reported in full and the findings of the master as to good faith must be accepted. There is nothing in the narration of facts set out in the report which leads us to reverse the conclusion reached by the master in this respect. All of the defendants received their stock from these issues to McCormick or Smith. Most of them were individuals or persons engaged in the shoe and leather trade, either as manufacturers or dealers. To several of them the shares were transferred by McCormick in consideration of paying cash for the space each had contracted to take in the fair building in advance of the opening of the fair. All were interested in the project and were willing to assist in making it a success, apparently both out of regard to McCormick and because they believed that it would be an advantage to their trade. Other transfers were made either as collateral security or in consideration for the loan of money to McCormick. To the defendant Gardiner, McCormick also sold a number of shares at a large discount from their face value. But the report shows that he was persuaded to purchase the stock by McCormick, who represented that it was stock issued to him in payment for services, and from whom he believed he was purchasing it directly. He had not subscribed for or agreed to take stock in the corporation either when it was organized or afterwards. The transfer of three hundred preferred shares of stock in the corporation by McCormick to the Caunt Company as collateral security for loans aggregating about $10,000 stands upon the same basis and did not constitute a subscription for stock.
There is a special claim against the defendant Caunt arising out of these facts: Shortly before the fair was opened McCormick represented to Caunt that he was in great need of money, and that, unless he could secure $10,000, he would not be able to open the fair on time. He persuaded Caunt to purchase one thousand shares of his common stock for $10,000, but only by virtue of an agreement entered into between Caunt and McCormick, by which it was stipulated that the $10,000 should be wholly spent by McCormick in furthering the project of the fair, McCormick agreeing that he should vote his remaining common stock so that the salaries of the officers of the corporation should not exceed a specified maximum, with further terms touching the sale of the common stock held by each in the event of death or desire to dispose of the same. The corporation was not a party to this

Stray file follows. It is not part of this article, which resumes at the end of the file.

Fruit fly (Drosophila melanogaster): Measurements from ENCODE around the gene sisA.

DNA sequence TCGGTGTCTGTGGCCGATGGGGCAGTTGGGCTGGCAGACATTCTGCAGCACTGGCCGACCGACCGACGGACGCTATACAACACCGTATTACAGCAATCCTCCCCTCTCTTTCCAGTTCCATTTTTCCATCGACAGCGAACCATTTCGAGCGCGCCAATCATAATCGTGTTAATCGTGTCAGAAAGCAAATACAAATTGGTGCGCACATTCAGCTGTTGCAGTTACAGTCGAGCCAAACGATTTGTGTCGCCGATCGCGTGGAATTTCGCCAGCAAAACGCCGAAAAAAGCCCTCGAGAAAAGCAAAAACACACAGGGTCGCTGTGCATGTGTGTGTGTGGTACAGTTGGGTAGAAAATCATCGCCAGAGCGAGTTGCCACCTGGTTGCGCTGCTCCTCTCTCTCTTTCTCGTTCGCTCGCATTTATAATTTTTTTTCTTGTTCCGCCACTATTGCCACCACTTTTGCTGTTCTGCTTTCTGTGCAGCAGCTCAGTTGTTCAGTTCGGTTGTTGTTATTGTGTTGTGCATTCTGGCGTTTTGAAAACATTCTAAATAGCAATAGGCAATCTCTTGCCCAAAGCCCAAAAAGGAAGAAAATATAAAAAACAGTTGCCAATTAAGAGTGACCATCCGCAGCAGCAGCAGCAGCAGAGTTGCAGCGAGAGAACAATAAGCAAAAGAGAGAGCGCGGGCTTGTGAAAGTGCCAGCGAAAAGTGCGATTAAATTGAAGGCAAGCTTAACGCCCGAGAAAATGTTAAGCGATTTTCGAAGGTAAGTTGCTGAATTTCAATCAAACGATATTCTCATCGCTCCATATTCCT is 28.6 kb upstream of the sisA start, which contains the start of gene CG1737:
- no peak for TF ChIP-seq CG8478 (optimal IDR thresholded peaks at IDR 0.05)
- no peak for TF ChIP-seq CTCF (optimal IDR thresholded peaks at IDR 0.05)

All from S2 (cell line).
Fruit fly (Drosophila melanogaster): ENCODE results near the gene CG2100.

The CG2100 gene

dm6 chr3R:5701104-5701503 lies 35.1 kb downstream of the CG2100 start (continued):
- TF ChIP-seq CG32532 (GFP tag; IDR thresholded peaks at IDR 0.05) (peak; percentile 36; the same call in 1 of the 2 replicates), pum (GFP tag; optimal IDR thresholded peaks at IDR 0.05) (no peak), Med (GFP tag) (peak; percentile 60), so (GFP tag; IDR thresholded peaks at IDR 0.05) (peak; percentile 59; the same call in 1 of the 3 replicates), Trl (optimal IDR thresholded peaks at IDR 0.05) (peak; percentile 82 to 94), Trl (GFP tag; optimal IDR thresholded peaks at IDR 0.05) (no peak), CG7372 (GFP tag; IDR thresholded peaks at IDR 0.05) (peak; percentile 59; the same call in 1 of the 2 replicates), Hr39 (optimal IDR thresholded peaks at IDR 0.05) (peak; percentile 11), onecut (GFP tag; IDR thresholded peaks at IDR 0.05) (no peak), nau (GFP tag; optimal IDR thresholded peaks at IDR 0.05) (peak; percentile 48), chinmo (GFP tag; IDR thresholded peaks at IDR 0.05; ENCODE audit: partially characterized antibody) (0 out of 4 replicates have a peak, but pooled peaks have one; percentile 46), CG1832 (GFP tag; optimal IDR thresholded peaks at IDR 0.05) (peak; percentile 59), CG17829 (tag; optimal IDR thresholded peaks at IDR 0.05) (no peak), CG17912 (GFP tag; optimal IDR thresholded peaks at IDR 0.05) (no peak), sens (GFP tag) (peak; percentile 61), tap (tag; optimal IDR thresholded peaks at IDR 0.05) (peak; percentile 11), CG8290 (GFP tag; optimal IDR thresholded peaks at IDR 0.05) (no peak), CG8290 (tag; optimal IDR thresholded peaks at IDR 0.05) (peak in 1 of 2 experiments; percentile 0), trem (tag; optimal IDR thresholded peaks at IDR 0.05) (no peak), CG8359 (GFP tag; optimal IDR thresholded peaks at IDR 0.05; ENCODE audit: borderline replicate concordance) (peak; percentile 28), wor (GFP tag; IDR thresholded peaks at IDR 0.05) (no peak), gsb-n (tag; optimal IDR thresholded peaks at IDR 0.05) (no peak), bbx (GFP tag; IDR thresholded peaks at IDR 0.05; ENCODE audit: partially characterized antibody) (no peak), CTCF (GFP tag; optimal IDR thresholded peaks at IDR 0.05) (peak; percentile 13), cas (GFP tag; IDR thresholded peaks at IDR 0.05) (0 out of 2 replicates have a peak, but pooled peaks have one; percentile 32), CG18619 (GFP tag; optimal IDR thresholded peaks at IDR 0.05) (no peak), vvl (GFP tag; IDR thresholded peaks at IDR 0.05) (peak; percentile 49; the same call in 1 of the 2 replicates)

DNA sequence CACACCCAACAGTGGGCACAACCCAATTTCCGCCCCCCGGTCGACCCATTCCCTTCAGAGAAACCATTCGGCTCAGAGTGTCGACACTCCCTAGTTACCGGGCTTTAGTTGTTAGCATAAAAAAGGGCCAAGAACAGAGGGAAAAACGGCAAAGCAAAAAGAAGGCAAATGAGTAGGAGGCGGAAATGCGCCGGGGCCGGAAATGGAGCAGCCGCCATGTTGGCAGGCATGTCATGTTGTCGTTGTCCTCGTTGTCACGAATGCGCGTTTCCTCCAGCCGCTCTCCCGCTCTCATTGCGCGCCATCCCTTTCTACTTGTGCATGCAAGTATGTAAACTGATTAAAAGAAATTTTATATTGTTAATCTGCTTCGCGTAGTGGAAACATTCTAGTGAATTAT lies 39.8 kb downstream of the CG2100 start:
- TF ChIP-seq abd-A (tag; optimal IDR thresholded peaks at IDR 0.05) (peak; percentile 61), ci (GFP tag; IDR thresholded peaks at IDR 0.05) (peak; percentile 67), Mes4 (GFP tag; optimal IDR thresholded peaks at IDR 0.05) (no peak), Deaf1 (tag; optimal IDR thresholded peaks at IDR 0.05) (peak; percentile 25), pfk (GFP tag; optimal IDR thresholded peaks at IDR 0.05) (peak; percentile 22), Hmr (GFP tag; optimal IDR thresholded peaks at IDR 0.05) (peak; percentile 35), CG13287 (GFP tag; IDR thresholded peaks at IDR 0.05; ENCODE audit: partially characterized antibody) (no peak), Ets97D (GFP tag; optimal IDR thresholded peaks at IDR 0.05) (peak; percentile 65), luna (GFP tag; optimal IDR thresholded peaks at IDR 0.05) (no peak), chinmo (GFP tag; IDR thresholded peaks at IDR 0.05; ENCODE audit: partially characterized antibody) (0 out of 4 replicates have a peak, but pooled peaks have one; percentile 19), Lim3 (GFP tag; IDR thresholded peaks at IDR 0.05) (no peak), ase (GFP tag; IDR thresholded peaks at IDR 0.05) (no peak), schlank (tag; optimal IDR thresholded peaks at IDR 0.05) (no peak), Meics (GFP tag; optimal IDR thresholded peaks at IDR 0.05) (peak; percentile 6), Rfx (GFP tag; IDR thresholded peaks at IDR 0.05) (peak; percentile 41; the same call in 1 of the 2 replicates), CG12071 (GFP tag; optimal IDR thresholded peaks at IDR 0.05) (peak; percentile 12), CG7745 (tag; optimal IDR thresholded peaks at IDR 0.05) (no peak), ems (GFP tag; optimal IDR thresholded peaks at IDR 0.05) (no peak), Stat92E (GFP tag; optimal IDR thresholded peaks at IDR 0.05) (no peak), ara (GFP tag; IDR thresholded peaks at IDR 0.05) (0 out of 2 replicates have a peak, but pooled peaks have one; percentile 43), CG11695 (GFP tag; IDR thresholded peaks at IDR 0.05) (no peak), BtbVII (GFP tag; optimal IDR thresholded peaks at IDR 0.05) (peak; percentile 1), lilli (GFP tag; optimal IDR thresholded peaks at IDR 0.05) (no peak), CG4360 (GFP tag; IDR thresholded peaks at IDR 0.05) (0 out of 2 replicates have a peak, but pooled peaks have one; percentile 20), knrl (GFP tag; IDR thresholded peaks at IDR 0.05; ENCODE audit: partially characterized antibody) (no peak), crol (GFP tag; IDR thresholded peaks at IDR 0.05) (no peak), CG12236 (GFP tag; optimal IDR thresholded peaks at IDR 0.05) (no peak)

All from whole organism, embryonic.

agreement. Manifestly its purpose was to protect Caunt as purchaser from McCormick, and not from the corporation, and there is nothing about it which requires the inference that it was in substance an agreement to purchase stock from the corporation. Indeed, so long as both parties acted in good faith, it tends to confirm the supposition which the master finds existed in Caunt's mind that he was buying stock which belonged to McCormick and that the transaction did not relate to a dealing with the company itself.
In view of all the facts, it was an immaterial circumstance that one of the original certificates was not first issued to McCormick and a new one substituted each time a sale of stock was made. Upon the findings of the master the stock had been legally issued, and the failure on the part of the corporation to put forth the certificate did not impair the rights of the stockholder. The fact of being a stockholder existed independent of the certificate. Old Dominion Copper Mining & Smelting Co. v. Bigelow, 203 Mass. 159 , 198. Kennedy v. Hodges, 215 Mass. 112 , 115.
It becomes unnecessary to consider the other questions raised upon the report.
Bill dismissed vrith costs.